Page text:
Favorite Exercise to Hold the Ground with Balance Legs at the Lope

by Troy Green | December 12th, 2011 1:45 PM | No Comments

Q. Troy,

What is your favorite exercise for getting your horse to hold the ground with his balance legs at the lope?  I understand that the side pass is a simulated lope with a drive leg, balance legs, and a lead leg, but is there anything else other than the sidepass that I can do to encourage that “hold time” or suspension in his leg movement?  I think he’s just a bit to quick legged and I feel its my fault….

Thanks again,

A. Connie,

Thanks for another good question. You obviously have a methodical understanding of all the working parts of your horse. I try to keep things a bit more simplified, however, for most folks (including myself!) I find it’s all too common a problem that people have a conceptual understanding and a wealth of knowledge in the physics of riding, so to speak, but a lack of FEEL.  So much of what we do is feel, and that is something that cannot be taught. Time in the saddle and educated ground help will help greatly to improve feel. I don’t have a specific ‘go to’ exercise for getting my horses to hold the ground. It’s lots of repetition, and the horse will dictate what exercises will be the most helpful. If I have a horse that is a tight mover or braces with their neck, I will do a lot of bending to help break loose their shoulders. When a horse engages their shoulders that can help them lengthen and hold the ground longer. Another exercise is to park your horse in rhythm with their lope step. By repetition of parking or stopping, they start to hunt for the stop and naturally hold the ground longer when you take a hold of their face.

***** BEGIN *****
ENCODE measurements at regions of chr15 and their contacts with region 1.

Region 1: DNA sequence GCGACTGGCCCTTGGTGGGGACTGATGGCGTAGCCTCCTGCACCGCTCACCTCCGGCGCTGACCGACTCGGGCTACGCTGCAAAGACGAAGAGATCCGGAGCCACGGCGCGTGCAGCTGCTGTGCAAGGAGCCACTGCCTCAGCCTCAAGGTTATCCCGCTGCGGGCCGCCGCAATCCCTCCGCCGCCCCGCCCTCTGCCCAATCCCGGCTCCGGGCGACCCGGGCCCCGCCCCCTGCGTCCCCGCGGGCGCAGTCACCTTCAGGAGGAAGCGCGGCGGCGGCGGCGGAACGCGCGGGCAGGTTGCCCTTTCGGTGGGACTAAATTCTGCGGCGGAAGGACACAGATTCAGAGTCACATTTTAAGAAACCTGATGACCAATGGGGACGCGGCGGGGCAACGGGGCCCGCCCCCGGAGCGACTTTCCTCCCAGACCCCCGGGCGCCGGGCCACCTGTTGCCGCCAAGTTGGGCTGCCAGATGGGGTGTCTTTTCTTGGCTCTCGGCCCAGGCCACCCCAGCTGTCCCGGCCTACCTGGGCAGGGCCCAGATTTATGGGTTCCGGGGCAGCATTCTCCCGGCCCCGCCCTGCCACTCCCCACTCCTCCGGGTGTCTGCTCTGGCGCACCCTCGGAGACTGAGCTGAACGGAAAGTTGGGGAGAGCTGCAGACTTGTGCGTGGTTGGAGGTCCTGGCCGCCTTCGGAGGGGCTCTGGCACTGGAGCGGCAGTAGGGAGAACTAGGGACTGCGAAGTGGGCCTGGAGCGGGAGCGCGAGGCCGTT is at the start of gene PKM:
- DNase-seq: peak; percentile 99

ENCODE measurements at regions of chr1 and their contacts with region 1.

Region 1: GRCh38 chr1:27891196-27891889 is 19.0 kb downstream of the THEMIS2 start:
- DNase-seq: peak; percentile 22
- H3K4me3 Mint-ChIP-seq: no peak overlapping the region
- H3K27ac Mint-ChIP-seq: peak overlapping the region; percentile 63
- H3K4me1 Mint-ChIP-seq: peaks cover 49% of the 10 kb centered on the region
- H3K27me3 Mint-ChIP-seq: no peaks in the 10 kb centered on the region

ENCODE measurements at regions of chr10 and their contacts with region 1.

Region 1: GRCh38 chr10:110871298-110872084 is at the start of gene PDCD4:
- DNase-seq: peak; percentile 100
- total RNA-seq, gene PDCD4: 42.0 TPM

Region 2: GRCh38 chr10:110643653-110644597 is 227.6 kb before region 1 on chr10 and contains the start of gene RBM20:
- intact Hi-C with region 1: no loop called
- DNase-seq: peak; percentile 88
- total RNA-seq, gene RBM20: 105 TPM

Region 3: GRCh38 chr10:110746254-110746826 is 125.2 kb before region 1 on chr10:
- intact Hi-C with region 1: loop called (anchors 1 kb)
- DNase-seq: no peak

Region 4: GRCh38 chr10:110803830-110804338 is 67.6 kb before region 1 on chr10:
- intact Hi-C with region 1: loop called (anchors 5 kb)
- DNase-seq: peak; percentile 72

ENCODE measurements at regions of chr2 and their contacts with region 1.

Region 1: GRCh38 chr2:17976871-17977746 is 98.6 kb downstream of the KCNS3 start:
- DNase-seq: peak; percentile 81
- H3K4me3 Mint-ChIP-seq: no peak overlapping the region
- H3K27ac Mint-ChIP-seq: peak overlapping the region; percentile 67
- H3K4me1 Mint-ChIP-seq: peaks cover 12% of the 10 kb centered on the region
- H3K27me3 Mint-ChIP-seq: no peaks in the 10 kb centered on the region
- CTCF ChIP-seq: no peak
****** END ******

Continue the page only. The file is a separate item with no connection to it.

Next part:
There are lots of other exercises and sometimes we forget until we have a certain horse that makes us delve deeper into our arsenal to find what works for that individual. Thanks again for a very thoughtful question and best of luck!


About the Author

Troy Green is a firm believer in the importance of a good foundation for every horse with balance, rhythm, and self-carriage being key. A good foundation equals longevity in the show pen. Troy has won over two dozen All American Quarter Horse Congress Championships in western pleasure, versatility, reining, halter and western riding, and has coached clients to over 50 Congress championships. Troy has three AQHA World Championships and two National Championships under his belt, and has won at all major futurities. He spent three years on the national board of the NSBA.

Troy Green has an extensive background working with youth and amateurs at all levels and of various disciplines. He specializes in pleasure futurity and all around horses.

Now is your chance to have your questions answered by Troy! Just submit your question using the comment section below or the email link, and he will respond to select questions in future posts.

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